Saturday, June 29, 2013

Mountain Lessons

Oki All! 

So you probably noticed, from the YouTube content, that I recently had an opportunity to go mountain-climbing in the backcountry with my students. I consider myself very fortunate to live where I do, at the junction of the Rocky Mountains and the Great Plains. I remember as a child viewing scenes on the train ride at Disneyland which I now recognize as representations of this place I live. That's how sublime and inspiring it is. On the first night, my students and I slept beside a glacier, without another human for many miles around, but plenty of the other great carnivores and omnivores... the grizzlies, black bears, wolves, cougars, etc. Sleep, in the backcountry, is always punctuated by alert wakefulness at every little sound. The second night, I stayed on a ledge of the mountain itself, where I had less to worry about being eaten, but in exchange more for the possibility of being buried in falling rock

It was my third time climbing to the top of this particular mountain - Ninnaistako or Chief Mountain. It's a peak most prominent among the Lewis Range of the Northern Rockies, and the subject of a great many legends and works of art. This time up, I was paying close attention to what the experience could teach me, what I could take away from it. And in this respect, what I received was a lesson in personal development. It always shocks me to witness that the majority of my students cannot climb to the top of the mountain, regardless of how physically adept they may be. The problem, as I see it, is firstly a lack of confidence, connected secondarily to a feeling of being overwhelmed by the obstacle at hand. For myself also, climbing this mountain is extremely difficult.  But never has it struck me as so formidable that I was ready to bag the effort and turn around. What gets me to the top, I suspect, is that I don't focus so much on the big picture. Rather, I look at what's my next move, what I have to do to negotiate the obstacle I'm currently facing, so I can progress. Often, when I look at a whole wall of rock coming up, it seems very imposing and solid. But examined more closely, there are seen to be so many ridges and crags that it's really not much more difficult to ascend than a ladder. It suspect that most people spend too much time concentrating of the overwhelming wall, or even the whole giant mountain, and far too little attention is given to the little steps that will take one incrementally to the top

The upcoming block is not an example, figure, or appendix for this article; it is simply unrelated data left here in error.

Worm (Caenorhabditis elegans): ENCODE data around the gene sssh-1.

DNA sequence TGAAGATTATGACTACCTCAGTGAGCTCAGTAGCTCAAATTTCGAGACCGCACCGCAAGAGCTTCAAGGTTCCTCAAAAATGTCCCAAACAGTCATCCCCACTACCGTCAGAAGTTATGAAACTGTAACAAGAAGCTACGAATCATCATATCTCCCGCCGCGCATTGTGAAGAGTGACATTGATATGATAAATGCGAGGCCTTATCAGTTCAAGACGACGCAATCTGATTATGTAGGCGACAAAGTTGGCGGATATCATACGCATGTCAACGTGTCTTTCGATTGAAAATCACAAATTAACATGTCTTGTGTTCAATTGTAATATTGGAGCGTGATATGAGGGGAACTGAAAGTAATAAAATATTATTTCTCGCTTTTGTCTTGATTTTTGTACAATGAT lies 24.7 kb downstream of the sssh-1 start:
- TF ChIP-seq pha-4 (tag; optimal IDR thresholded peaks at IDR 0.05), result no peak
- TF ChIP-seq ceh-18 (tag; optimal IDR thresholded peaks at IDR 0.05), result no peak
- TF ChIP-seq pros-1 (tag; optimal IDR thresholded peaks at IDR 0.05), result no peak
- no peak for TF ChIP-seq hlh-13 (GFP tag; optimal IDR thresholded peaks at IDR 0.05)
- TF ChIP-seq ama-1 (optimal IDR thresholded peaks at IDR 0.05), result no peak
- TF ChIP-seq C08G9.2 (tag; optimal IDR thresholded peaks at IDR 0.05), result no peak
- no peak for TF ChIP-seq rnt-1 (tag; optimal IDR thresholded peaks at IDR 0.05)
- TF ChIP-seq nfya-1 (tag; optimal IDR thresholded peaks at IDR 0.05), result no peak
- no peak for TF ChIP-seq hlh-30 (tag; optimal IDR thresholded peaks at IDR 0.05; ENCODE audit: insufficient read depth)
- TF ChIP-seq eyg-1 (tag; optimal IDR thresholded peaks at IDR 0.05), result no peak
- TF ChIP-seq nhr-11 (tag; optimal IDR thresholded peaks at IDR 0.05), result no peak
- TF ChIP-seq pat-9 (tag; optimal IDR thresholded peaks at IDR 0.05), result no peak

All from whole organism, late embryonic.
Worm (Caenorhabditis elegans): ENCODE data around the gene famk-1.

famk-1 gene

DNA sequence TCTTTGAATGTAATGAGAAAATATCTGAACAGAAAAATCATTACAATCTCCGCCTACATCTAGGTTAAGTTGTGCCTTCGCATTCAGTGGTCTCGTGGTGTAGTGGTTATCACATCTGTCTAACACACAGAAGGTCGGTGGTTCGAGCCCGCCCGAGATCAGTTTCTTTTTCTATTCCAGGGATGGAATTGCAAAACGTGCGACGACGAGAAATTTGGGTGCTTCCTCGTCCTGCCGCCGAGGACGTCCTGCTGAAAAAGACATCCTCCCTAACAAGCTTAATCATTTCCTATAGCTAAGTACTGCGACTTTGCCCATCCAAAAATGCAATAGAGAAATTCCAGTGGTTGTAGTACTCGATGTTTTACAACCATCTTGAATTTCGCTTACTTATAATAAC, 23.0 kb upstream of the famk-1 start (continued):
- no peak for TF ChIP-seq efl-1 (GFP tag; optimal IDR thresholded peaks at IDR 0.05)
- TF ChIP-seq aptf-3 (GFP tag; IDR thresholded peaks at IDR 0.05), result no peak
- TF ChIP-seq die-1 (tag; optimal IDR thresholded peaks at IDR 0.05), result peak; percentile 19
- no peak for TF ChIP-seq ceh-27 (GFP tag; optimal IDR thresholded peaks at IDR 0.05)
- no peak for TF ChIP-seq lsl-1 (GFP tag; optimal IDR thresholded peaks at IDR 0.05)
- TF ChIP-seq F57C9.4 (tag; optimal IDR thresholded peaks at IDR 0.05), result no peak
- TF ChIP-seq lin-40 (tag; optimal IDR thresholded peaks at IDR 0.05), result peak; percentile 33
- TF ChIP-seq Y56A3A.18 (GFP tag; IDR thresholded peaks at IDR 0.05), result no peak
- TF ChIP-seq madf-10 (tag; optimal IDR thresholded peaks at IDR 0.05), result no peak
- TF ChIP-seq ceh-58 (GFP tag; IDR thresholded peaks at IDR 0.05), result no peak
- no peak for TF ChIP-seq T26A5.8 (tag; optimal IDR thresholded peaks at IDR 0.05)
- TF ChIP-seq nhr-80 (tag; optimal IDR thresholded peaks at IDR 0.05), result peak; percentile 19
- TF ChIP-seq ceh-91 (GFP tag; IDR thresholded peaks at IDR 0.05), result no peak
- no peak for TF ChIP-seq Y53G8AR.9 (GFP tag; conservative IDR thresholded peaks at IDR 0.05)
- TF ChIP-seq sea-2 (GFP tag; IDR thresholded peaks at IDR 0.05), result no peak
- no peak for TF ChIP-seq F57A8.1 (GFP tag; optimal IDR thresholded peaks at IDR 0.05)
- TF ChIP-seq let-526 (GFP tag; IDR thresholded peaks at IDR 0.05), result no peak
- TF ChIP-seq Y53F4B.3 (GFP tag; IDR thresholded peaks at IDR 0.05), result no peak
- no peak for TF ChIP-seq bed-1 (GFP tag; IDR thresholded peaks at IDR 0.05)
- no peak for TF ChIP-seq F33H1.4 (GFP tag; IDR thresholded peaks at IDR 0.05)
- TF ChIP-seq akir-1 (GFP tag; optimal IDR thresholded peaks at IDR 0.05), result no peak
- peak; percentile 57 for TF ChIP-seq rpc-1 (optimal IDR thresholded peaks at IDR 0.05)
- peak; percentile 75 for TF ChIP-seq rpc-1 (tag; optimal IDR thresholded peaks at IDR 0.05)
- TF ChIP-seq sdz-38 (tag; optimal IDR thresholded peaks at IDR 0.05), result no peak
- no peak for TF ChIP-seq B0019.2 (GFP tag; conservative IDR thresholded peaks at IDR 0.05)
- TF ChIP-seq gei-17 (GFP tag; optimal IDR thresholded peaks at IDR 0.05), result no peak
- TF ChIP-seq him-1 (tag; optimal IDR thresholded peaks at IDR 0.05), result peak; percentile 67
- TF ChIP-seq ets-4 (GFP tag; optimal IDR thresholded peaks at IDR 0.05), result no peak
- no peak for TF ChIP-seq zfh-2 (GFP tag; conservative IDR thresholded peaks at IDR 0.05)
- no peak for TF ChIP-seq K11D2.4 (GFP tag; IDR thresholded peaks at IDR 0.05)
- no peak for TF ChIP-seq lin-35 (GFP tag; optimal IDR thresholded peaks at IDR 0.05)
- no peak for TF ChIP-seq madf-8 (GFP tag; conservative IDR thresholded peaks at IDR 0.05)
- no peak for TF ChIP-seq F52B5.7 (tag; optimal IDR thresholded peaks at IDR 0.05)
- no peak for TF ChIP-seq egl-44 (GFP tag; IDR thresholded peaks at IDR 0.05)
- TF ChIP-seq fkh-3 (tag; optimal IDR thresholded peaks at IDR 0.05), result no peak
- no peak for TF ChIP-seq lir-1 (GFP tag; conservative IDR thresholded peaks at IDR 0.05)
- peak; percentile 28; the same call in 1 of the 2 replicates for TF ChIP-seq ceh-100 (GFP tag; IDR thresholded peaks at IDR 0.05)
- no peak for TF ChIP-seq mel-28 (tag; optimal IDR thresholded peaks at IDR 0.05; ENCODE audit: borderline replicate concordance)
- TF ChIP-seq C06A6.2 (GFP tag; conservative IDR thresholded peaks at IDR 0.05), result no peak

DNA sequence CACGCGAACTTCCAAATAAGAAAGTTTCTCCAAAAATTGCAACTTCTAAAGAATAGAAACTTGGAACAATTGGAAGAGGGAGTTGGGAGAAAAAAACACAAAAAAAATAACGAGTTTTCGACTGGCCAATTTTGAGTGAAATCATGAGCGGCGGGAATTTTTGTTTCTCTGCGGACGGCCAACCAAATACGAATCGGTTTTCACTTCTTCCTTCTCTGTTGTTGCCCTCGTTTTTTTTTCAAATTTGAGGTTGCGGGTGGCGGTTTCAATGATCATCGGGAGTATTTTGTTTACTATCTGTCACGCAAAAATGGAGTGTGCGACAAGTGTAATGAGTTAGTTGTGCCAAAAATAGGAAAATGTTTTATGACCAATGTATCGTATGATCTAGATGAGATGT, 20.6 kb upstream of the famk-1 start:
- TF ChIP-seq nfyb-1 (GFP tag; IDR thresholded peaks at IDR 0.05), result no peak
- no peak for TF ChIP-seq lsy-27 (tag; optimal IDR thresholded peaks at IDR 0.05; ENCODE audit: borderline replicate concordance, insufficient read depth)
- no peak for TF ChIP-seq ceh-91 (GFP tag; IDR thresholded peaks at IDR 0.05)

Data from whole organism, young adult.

This is a very important lesson to walk away with, something applicable to many projects in my life, and certainly to kung fu. Just as with the mountain, one could easily become frustrated at the overwhelming nature of the big picture. In my mind's eye, I have the ideal kung fu man, with Shi Zu as a model of someone who's closer in many respects to that ideal than myself. But in comparison with the kung fu man I want to be, I can't do the splits. In fact, my overall flexibility is poor. And I get easily winded. And I still feel too uncoordinated. Unrhythmic. Slow. Many of my techniques lack power. I'm not as strong as I used to be. I should feel lighter. I should be able to move any muscle as I envision it moving in the smallest fraction of a second, to do whatever I want my body to do, almost instinctually, but also controlled. I should move and feel like the full human animal I was born to be. But I am far from embodying this ideal. And while I'm aware that I have sooo many shortcomings to work on, if I kept my attention too exclusively to the big picture, I might easily give up. The only way to progress is to accept where one is at in the moment, and to address only the next step that will represent progress toward the ideal, however small that step may be. To this effect, I had an interesting break through this morning...

There was a second and related lesson I received from the mountain. As overwhelmed as people may feel by the huge challenge ahead, they can become equally afraid of falling from whatever level they've managed to climb to. This fear can grow so intense as to render them immobile. They get stuck on the rock, and may even require rescue to get back down to a place where they can feel safe and become functional again. Again, I believe this insight can be applied metaphorically toward understanding other kinds of situations. It is ego, isn't it, at the heart of this fear? And is it much different than the individual who works hard to progress to a certain level, perhaps a rank, and then stagnates, perhaps even living in reminiscence? 

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